As if the negativity that occupies the mind of a pessimist wasn’t already enough, this new study is for sure going to add fuel to this fire. As it turns out optimists have a longer life span as compared to the ones who lead their life confined in the cage of negativity, fears, and pessimism.
A survey combining the data of about 3000+ people recently revealed that the amount of gloom ridden attitude that one has towards life or thingsis directly proportional to many troubling aspects of their lives. Including small and big diseases such as cancers, heart ailments, and other severe terminal illnesses. The team of researchers at the QIMR Berghofer Medical Research Institute of Brisbane in Australia figured that there might not be a very strong connection between life expectancy and optimism. But with pessimism, the case is completely different.
Dr. John Whitfield, the lead researcher long with his team declared that they observed that somehow the pessimists figured ways to kill themselves much earlier than optimists. And mind you we are not talking about suicides. The largest reason for their deaths remains cardiovascular disorders. On the contrary, the scores and results of the optimists did not reveal any significant levels of reliance on any of the life expectancy sides, neither positive nor negative.
Only a population of less than nine percent was identified to be pessimists, with the chosen sample having no significant gender differences between both optimists and pessimists. Another important discovery that the team made was that levels of optimism and pessimism, both increased with age. And maybe that is why some grandpas and grandmas are way cooler than the others who are top-notch grumpy. Whitfield added that mood disorders such as depression did not really play a pivotal role in determining the life expectancy differences between optimists or pessimists.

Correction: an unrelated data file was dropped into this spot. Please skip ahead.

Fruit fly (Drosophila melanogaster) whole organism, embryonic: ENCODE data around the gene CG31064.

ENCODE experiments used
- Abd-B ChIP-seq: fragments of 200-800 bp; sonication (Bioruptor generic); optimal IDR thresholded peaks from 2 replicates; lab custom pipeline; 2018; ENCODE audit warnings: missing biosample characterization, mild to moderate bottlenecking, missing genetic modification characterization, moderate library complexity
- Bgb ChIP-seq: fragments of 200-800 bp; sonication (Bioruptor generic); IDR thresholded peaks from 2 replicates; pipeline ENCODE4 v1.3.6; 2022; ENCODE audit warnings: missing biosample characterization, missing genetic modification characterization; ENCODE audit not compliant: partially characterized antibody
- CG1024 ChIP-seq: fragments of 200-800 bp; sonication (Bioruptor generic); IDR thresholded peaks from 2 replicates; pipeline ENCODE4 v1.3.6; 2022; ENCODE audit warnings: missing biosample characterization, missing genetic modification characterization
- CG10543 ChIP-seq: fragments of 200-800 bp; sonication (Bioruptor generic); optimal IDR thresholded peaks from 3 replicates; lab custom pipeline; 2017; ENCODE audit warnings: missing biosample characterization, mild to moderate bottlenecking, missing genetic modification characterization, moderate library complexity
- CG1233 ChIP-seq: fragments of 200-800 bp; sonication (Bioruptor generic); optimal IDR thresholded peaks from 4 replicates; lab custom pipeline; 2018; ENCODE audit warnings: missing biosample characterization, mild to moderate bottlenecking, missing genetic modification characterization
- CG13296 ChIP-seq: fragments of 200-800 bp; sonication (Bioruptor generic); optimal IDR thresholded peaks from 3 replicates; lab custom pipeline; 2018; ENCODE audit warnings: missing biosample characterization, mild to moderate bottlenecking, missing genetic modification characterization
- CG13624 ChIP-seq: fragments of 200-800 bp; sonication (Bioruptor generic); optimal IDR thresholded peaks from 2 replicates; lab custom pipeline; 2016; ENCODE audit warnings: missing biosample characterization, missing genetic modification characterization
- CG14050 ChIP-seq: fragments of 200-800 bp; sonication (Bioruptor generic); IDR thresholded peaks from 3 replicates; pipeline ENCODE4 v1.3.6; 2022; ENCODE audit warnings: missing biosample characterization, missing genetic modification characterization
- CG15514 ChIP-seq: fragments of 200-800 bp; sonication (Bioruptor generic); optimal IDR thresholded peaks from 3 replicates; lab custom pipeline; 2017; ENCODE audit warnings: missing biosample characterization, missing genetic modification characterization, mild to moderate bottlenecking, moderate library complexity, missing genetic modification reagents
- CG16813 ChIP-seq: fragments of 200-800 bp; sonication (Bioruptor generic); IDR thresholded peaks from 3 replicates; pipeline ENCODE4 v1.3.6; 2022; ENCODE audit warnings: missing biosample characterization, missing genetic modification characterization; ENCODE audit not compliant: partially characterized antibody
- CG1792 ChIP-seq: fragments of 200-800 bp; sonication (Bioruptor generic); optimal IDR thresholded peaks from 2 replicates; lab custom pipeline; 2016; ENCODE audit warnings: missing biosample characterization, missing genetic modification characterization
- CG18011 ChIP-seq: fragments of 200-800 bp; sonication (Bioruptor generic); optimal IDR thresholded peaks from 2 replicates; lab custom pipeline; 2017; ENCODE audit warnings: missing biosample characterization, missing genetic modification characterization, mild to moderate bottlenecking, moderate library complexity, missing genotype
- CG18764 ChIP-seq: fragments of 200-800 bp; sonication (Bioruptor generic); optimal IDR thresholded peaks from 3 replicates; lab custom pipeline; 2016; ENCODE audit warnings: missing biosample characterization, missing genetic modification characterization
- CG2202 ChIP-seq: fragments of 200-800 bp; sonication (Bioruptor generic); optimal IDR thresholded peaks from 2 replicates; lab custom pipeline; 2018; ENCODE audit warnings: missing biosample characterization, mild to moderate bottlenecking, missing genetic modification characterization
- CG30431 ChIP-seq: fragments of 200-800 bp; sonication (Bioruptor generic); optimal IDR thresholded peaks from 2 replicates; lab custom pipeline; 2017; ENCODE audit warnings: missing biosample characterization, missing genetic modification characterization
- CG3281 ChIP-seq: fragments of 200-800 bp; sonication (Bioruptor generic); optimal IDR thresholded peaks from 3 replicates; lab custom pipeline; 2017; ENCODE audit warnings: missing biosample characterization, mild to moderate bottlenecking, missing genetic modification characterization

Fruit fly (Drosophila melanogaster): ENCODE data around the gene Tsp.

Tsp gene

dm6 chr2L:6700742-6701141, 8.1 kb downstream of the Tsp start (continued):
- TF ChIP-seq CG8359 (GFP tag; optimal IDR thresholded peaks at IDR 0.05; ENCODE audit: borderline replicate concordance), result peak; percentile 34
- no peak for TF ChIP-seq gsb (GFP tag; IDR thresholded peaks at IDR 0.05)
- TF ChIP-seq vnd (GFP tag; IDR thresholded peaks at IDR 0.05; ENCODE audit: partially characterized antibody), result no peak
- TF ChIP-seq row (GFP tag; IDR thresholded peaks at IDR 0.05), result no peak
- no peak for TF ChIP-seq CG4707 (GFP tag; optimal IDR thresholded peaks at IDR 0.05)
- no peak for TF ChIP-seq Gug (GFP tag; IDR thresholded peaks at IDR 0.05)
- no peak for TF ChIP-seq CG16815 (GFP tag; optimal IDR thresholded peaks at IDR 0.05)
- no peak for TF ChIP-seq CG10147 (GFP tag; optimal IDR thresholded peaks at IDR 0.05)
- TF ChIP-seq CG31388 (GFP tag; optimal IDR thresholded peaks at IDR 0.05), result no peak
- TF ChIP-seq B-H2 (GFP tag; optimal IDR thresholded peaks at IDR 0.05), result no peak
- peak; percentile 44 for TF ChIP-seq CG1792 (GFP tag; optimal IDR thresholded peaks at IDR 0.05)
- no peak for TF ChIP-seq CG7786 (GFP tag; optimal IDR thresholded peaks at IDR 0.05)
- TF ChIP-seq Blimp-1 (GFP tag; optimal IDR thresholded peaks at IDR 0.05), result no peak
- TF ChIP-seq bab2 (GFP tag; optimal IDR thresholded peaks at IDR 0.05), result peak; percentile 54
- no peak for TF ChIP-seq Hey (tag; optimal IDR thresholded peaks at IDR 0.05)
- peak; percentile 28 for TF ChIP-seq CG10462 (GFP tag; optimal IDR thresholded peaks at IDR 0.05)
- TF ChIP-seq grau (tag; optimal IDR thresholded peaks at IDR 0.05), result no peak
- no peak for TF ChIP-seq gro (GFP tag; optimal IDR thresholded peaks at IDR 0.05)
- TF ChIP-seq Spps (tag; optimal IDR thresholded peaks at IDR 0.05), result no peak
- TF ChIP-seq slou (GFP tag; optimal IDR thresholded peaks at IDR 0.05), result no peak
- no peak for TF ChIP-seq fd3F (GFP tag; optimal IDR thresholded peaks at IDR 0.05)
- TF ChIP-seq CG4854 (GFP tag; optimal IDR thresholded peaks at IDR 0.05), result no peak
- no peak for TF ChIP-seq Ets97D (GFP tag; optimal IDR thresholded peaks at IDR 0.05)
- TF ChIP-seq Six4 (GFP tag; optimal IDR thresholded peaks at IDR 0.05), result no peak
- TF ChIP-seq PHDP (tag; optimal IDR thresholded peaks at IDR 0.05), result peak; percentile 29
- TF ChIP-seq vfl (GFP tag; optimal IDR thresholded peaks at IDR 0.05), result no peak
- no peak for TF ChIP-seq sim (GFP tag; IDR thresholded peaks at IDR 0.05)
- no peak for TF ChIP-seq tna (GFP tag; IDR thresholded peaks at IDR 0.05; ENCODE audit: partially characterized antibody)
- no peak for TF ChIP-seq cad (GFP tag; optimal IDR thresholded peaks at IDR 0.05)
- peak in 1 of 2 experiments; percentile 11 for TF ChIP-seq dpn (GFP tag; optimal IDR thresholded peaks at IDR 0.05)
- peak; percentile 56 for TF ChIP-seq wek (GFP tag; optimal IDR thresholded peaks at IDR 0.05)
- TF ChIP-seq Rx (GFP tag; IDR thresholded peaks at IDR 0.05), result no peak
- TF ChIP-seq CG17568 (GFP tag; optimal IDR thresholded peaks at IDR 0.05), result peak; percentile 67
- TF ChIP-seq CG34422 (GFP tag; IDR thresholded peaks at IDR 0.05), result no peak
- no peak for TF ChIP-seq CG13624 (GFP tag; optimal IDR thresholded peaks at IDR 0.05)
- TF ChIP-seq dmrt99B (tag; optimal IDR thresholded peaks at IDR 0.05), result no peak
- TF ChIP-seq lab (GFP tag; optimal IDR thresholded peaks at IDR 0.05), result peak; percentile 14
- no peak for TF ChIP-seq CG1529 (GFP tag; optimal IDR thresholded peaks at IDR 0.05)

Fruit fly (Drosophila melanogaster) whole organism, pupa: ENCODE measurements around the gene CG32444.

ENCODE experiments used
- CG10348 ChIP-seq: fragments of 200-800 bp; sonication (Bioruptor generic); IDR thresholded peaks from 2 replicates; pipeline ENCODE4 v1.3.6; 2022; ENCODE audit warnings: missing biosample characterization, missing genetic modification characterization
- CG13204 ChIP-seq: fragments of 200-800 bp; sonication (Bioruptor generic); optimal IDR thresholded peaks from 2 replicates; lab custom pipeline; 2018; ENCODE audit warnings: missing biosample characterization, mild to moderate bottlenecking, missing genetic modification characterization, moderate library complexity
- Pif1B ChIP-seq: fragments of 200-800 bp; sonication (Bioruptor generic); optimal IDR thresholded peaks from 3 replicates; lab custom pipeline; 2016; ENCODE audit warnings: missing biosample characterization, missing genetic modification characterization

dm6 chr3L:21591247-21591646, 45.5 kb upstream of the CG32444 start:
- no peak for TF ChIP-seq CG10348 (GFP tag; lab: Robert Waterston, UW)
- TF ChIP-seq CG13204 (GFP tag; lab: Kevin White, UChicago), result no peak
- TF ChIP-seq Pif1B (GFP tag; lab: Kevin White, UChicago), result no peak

As per the press declaration of the research institute the data that they accumulated was based on a wider questionnaire. The questionnaire surveyed the health conditions of the people over the age of 50, in between the years 1993 to 1995, in Australia. Participants either had to agree or disagree with a series of numerous ‘I’ statements. These details were then corresponded with the Australian National Death Index of the year 2017 where they saw that more than 1000 people sharing pessimistic scores had died in that year.
Although these findings only partially correlate to the earlier findings in the field of pessimism and optimism along with the rate of mortality, Dr. Whitfield went onto explain that these in fact, are not opposite (well not exactly, at least). His team used the two scales from the earlier studies and explained how their team carefully drew their presented conclusions. With this, they also declared that bad results for pessimists do not mean that optimists will have a greater than the normal life expectancy.
This confirmed that the two just appear to be exact opposites, but are not. And of course, it is not the disease that causes positive or negative thoughts because there are plenty of examples who lead their life with joy despite the oddities of life. The doctor and his team hope that this study would motivate people to change their perspectives towards life.
Let’s hope for the best. Fingers Crossed!